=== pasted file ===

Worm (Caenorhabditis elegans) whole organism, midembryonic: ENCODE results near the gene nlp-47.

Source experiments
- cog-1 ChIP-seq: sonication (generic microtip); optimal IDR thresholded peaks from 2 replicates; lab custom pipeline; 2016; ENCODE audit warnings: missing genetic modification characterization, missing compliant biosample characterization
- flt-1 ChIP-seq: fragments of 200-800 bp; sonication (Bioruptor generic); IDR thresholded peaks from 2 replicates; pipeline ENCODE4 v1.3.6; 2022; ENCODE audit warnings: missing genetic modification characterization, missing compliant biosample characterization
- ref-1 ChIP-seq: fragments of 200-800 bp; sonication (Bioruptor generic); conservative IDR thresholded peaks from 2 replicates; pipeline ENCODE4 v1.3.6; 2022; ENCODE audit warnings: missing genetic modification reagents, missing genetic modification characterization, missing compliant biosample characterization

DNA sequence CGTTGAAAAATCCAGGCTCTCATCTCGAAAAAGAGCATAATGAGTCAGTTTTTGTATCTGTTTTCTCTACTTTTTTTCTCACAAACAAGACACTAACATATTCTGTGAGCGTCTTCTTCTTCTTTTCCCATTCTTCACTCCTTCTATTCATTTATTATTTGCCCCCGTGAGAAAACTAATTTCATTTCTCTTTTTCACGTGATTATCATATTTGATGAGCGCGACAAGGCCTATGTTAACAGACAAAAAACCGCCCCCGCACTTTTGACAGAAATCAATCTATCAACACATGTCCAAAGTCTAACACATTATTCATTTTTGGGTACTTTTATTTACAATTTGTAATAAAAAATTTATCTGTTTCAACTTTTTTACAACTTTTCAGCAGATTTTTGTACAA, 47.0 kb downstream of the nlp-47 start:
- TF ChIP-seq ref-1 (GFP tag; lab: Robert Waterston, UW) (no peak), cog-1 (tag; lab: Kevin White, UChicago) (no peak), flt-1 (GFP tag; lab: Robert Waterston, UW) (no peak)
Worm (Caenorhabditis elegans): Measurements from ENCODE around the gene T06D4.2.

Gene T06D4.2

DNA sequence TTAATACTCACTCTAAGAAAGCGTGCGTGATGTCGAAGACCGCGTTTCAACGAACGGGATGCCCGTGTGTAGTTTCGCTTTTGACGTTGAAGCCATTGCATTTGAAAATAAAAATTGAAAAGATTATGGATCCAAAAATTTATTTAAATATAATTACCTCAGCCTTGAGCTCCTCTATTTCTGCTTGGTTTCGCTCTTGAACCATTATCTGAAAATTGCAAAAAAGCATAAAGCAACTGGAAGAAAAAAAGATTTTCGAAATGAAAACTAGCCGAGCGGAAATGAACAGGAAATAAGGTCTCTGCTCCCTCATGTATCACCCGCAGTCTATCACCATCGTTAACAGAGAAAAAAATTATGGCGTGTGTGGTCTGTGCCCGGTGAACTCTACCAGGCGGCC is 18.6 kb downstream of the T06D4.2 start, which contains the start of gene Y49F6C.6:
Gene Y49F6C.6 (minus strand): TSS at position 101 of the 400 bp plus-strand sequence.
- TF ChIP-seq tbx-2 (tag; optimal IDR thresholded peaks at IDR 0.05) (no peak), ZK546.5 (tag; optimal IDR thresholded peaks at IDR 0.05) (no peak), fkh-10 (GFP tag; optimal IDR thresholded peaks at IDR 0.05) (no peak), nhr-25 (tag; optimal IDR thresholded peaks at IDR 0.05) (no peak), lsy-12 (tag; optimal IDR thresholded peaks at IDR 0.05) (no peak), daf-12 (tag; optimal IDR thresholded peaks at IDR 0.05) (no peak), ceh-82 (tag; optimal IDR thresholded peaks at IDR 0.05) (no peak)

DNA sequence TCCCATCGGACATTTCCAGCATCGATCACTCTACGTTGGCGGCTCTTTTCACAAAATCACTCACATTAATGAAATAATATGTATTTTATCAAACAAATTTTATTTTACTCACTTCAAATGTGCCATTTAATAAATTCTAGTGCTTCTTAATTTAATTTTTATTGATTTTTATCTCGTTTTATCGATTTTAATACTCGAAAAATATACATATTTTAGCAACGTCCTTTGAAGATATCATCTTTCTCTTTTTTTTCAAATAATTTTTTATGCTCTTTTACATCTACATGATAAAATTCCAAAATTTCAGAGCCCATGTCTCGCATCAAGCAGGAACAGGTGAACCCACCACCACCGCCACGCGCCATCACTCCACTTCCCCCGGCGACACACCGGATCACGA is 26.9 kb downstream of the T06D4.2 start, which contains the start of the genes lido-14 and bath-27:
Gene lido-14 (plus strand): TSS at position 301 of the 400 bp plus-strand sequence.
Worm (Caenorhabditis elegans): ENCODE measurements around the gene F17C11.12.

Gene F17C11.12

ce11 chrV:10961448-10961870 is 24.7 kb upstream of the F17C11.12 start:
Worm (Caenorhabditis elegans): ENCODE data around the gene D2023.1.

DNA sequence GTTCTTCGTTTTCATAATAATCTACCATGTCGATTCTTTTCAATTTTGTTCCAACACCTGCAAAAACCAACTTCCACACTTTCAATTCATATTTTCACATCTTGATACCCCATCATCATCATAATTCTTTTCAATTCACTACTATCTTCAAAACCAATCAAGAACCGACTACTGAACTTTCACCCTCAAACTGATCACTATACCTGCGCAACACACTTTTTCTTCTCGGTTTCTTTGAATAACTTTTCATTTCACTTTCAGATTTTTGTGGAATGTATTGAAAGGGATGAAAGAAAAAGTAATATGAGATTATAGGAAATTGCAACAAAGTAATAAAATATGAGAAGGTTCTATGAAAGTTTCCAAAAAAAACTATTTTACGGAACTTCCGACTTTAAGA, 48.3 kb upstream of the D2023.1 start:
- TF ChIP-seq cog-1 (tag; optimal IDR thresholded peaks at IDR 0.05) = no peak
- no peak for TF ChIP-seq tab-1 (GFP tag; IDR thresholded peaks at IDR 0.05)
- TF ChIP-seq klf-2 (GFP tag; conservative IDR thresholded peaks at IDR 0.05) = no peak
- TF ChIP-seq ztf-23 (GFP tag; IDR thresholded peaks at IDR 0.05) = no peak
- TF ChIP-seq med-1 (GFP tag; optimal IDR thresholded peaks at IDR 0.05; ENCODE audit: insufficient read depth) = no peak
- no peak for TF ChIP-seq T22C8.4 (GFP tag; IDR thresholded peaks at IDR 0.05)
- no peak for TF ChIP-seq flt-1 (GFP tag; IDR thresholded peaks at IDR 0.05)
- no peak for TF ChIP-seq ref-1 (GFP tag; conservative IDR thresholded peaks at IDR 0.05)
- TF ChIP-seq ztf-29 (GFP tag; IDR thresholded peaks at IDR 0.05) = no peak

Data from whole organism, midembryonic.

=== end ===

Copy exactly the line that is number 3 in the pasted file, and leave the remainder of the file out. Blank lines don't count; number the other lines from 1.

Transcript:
- cog-1 ChIP-seq: sonication (generic microtip); optimal IDR thresholded peaks from 2 replicates; lab custom pipeline; 2016; ENCODE audit warnings: missing genetic modification characterization, missing compliant biosample characterization